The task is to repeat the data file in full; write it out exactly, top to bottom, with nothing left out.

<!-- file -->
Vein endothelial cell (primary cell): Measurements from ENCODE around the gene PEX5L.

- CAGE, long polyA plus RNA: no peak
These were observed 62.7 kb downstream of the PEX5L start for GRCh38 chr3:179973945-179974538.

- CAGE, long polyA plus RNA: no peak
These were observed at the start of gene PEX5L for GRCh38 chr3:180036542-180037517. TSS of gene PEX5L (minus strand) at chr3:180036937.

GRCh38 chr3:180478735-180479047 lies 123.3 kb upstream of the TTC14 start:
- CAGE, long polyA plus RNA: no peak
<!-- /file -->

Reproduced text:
Vein endothelial cell (primary cell): Measurements from ENCODE around the gene PEX5L.

- CAGE, long polyA plus RNA: no peak
These were observed 62.7 kb downstream of the PEX5L start for GRCh38 chr3:179973945-179974538.

- CAGE, long polyA plus RNA: no peak
These were observed at the start of gene PEX5L for GRCh38 chr3:180036542-180037517. TSS of gene PEX5L (minus strand) at chr3:180036937.

GRCh38 chr3:180478735-180479047 lies 123.3 kb upstream of the TTC14 start:
- CAGE, long polyA plus RNA: no peak